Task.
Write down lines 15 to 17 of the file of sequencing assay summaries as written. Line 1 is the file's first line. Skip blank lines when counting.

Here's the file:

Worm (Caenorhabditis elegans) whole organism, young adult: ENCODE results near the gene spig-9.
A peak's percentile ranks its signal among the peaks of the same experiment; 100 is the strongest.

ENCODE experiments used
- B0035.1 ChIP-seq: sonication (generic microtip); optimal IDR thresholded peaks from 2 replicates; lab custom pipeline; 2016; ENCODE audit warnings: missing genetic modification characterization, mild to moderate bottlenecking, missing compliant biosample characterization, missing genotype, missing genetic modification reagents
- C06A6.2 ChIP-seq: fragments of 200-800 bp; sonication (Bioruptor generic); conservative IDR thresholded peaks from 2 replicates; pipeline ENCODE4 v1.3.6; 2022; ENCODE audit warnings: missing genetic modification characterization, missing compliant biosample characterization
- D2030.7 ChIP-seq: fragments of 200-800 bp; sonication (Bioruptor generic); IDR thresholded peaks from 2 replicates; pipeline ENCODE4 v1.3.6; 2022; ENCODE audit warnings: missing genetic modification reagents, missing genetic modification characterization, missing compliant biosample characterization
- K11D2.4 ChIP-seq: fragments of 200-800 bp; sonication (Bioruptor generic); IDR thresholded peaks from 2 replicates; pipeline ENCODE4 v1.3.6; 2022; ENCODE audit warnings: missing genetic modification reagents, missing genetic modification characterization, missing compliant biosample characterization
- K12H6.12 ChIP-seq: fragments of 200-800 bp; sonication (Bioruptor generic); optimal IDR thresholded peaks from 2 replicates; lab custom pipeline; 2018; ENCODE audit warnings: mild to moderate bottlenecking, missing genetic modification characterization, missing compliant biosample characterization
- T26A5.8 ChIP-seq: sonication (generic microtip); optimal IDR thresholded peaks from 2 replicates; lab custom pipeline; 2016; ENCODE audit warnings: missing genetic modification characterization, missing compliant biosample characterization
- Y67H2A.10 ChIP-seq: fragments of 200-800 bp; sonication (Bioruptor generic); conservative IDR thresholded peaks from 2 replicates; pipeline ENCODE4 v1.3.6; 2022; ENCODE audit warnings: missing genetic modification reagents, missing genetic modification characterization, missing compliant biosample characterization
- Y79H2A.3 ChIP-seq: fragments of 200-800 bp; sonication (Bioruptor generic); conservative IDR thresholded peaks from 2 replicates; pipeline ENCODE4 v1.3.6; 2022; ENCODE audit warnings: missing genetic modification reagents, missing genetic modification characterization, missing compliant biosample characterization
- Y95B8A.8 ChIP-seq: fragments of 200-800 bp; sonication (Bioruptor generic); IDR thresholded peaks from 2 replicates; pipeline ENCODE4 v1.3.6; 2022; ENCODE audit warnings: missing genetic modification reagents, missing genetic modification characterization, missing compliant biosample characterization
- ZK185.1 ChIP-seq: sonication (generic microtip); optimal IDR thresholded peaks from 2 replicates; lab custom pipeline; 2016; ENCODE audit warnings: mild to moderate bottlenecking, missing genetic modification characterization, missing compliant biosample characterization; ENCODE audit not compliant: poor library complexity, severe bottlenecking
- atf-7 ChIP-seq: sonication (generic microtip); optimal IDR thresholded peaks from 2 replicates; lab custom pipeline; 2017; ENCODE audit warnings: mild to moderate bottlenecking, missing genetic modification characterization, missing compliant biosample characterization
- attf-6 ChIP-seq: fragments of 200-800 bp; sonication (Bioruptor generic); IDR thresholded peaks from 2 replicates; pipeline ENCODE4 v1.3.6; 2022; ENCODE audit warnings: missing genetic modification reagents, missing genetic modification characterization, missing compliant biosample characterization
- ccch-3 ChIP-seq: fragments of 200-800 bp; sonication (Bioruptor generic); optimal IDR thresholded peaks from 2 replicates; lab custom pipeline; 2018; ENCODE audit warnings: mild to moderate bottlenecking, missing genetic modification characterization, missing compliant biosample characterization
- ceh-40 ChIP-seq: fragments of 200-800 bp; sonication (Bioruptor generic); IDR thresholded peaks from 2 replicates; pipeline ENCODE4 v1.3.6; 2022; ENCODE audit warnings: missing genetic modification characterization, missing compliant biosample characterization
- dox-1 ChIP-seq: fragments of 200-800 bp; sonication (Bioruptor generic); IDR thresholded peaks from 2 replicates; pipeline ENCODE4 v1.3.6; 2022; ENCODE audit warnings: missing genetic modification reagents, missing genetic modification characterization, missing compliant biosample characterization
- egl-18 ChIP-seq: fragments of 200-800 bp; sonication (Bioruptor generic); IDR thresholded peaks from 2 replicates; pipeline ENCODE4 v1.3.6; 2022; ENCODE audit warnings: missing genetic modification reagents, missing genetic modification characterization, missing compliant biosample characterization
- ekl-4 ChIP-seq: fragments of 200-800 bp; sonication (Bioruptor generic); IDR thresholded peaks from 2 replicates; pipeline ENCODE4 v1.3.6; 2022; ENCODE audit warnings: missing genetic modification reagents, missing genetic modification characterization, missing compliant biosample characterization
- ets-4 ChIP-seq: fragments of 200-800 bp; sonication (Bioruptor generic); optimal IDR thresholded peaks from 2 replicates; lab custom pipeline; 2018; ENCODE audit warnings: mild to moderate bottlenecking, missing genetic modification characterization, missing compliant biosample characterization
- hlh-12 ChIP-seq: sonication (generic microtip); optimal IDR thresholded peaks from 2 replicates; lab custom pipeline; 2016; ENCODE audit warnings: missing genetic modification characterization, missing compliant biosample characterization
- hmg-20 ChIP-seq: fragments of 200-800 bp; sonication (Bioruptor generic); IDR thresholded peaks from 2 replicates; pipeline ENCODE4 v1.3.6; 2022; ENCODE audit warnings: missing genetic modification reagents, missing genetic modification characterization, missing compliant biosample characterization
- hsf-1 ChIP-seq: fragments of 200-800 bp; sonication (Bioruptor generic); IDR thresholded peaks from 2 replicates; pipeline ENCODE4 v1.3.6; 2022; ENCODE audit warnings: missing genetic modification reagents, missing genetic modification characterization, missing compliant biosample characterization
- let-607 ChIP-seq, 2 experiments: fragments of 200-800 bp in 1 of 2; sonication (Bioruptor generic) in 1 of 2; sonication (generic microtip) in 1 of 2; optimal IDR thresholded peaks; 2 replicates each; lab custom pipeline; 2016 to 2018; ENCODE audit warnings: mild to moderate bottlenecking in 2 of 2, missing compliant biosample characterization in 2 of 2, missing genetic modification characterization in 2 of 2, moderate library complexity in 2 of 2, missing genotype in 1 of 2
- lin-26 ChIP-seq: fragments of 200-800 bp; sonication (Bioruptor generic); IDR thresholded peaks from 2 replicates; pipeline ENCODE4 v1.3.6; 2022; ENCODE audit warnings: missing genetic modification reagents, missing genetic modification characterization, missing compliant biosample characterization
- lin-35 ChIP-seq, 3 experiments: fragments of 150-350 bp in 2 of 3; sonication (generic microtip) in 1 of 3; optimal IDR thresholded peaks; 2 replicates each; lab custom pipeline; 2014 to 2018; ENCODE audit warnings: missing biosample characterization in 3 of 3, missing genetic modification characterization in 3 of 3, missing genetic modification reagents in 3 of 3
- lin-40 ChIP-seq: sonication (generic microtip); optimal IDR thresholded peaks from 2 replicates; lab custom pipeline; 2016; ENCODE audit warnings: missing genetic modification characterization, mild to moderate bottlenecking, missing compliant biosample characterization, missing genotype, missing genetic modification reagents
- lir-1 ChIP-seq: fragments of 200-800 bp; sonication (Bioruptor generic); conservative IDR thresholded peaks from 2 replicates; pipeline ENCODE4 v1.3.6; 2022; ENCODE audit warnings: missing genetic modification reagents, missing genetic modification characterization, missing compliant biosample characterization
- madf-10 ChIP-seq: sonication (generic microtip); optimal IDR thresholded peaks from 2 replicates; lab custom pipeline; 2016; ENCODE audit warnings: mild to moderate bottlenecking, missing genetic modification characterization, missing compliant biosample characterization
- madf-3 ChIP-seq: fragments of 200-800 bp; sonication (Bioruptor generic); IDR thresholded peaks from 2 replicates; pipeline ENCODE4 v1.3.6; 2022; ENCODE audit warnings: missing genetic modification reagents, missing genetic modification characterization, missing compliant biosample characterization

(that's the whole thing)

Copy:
- attf-6 ChIP-seq: fragments of 200-800 bp; sonication (Bioruptor generic); IDR thresholded peaks from 2 replicates; pipeline ENCODE4 v1.3.6; 2022; ENCODE audit warnings: missing genetic modification reagents, missing genetic modification characterization, missing compliant biosample characterization
- ccch-3 ChIP-seq: fragments of 200-800 bp; sonication (Bioruptor generic); optimal IDR thresholded peaks from 2 replicates; lab custom pipeline; 2018; ENCODE audit warnings: mild to moderate bottlenecking, missing genetic modification characterization, missing compliant biosample characterization
- ceh-40 ChIP-seq: fragments of 200-800 bp; sonication (Bioruptor generic); IDR thresholded peaks from 2 replicates; pipeline ENCODE4 v1.3.6; 2022; ENCODE audit warnings: missing genetic modification characterization, missing compliant biosample characterization